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Shows the work of different library personnel.
This movie is part of the collection: Prelinger Archives
Producer: Holmes (Burton) Films, Inc.
Sponsor: Vocational Guidance Films, Inc.
Audio/Visual: Sd, B&W
Keywords: Occupations: Librarians
Creative Commons license: Public Domain
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Subject: Common Threads
I have just begun to explore the Prelinger archives, and this is the first film I looked at. It gives a wonderful, historical glimpse at Library work as it was then. Many things continue in common, but in a sea-change of technology. This film gives a wonderful spectrum about the range of Librarians and Libraries and may serve as a good introduction to the field, useful in teaching, especially as a Social History piece.
Though it is dated, I'm happy that libraries got their own goofily wholesome mid-20th-century vocational film. Maybe it needs an update. "If you know your Twitter hashtags, librarianship may well become your life work!"
Subject: Biased review
For family and personal reasons, I have an attachment to libraries and librarianship.
Admittedly things HAVE changed significantly in LIS, but much of the basics are still true. Note especially the narrators remark that because of good cataloging, the boy who didn't remember the title of the blue book was "encouraged to further use" the library. That's especially true: A good proof of utility to a patron is gold.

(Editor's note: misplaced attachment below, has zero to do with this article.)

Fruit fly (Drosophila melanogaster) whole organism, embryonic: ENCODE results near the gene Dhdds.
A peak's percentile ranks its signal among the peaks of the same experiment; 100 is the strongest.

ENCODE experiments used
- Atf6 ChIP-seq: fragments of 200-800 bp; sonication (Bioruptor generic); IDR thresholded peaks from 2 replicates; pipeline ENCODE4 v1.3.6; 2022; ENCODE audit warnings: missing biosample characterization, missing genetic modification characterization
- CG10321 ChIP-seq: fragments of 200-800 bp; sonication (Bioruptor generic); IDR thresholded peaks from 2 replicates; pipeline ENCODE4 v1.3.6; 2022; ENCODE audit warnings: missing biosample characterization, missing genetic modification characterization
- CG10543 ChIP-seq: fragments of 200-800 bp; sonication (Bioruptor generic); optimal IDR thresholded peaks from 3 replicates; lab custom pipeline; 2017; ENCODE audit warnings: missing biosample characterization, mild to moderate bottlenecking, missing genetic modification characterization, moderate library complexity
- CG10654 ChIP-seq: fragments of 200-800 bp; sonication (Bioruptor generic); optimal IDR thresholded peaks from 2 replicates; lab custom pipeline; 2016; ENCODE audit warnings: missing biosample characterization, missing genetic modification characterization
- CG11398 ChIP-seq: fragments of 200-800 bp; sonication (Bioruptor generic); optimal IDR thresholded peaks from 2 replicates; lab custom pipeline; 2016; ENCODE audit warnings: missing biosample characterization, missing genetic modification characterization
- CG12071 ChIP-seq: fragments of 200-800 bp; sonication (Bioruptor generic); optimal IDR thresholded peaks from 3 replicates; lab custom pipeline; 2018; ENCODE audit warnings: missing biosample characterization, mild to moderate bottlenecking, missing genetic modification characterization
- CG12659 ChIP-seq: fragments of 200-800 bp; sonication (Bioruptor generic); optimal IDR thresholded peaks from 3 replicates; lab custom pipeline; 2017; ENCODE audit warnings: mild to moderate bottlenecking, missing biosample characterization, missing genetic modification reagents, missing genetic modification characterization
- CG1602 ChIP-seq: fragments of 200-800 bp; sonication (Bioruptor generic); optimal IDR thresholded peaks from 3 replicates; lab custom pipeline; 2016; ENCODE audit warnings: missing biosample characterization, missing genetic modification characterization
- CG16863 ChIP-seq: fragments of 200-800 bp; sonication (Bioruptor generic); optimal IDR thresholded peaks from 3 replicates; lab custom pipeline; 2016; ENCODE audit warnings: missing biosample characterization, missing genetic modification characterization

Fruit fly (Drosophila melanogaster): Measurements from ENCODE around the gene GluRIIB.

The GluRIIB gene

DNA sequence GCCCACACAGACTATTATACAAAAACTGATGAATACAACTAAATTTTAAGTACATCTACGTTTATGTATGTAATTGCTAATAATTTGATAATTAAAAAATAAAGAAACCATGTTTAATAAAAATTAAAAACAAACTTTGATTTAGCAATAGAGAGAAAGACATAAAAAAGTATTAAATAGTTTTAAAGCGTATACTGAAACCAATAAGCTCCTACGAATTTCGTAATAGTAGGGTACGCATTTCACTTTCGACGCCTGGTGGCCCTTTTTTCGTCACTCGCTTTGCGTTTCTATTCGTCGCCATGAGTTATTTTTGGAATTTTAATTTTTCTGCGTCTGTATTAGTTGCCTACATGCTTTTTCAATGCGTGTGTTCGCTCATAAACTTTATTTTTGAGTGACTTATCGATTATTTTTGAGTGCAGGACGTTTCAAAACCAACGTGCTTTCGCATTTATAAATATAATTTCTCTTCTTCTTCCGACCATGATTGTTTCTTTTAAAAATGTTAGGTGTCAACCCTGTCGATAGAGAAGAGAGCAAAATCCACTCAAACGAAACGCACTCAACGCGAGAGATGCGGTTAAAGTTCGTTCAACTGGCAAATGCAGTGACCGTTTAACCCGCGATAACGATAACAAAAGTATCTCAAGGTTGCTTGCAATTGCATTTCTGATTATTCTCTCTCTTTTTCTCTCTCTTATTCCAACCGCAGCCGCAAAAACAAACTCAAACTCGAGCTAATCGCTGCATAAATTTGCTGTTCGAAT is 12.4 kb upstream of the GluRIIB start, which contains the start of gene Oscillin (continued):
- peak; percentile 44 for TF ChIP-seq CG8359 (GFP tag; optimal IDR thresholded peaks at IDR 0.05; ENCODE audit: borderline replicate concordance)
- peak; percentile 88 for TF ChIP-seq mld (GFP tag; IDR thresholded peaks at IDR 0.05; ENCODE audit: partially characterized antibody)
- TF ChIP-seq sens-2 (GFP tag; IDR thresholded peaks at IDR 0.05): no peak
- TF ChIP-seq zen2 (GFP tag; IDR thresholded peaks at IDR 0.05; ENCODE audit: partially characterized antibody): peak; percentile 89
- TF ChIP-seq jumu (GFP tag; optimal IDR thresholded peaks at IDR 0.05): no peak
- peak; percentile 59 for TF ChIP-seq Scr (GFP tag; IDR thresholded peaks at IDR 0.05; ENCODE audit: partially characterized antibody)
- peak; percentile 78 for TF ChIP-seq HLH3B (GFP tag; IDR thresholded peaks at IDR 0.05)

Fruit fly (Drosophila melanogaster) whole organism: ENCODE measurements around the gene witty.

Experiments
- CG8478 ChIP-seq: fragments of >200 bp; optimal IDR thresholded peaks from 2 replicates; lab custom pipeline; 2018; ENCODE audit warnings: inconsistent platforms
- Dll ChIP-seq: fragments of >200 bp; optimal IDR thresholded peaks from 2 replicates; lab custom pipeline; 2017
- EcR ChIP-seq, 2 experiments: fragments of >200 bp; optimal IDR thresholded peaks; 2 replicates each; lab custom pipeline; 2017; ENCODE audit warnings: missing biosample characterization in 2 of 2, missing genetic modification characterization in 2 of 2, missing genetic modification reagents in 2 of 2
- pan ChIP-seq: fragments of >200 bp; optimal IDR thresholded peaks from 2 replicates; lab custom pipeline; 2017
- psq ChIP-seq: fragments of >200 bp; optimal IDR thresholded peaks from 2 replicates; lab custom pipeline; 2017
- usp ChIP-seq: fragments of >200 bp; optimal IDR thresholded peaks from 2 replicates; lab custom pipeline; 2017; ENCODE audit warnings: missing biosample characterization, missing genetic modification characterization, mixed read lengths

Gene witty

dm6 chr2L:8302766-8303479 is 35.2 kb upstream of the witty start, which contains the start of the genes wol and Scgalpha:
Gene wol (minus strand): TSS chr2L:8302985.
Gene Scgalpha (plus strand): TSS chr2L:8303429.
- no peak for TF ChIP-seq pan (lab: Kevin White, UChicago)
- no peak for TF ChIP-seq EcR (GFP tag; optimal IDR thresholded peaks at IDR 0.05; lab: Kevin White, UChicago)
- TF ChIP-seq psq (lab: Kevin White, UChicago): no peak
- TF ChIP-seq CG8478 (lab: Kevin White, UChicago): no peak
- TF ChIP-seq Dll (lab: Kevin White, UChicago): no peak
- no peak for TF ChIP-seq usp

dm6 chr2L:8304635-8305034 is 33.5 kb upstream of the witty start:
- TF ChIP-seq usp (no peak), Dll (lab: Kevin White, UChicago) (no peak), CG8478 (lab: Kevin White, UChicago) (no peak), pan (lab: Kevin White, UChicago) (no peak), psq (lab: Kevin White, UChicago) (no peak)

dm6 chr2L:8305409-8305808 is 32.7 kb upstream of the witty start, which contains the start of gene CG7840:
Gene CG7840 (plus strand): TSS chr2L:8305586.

Finally, the "actors" speech is blatantly dubbed in and terribly so. I'm taking one off my rating just for that alone.
Subject: Some things don't change
Despite being made in the 40's, this film still holds up pretty well. It's nice to know that patrons have not changed in all these years "I'm looking for a blue book". It also does a good job of introducing the various fields of librarianship as well as the different types of libraries in the profession. It also emphasizes the fact that a library director needs to have many of the same skills that would be required in a CEO of the private sector. The section on outreach is poignant as well- in the 40's, they were making pamphlets and films; today, we are posting webcasts, blogs, public service announcements on television, and the like. So although technology changes, the basic principles have remained the same.
And yes, this was shot in the 40's. Times have obviously changed, but it's amusing to see that some reviewers feel the need to post reactionary politically correct commentary (the secretaries are women? The director is a man? The horror!) We get it. Really.
Subject: The Librarian
Granted the movie is dated. It was issued in 1947. It is extremely valuable from an historical perspective. Plus, it covers the basics. I just graduated this past December, 2006 with my Masters from SJSU. I am in the second half of my life, and this fulfilled a lifelong dream. I am a children's librarian at a small Public Library. I thoroughly enjoy my work, and it has many intrinsic rewards. Being in a small library, I wear many hats. Good show!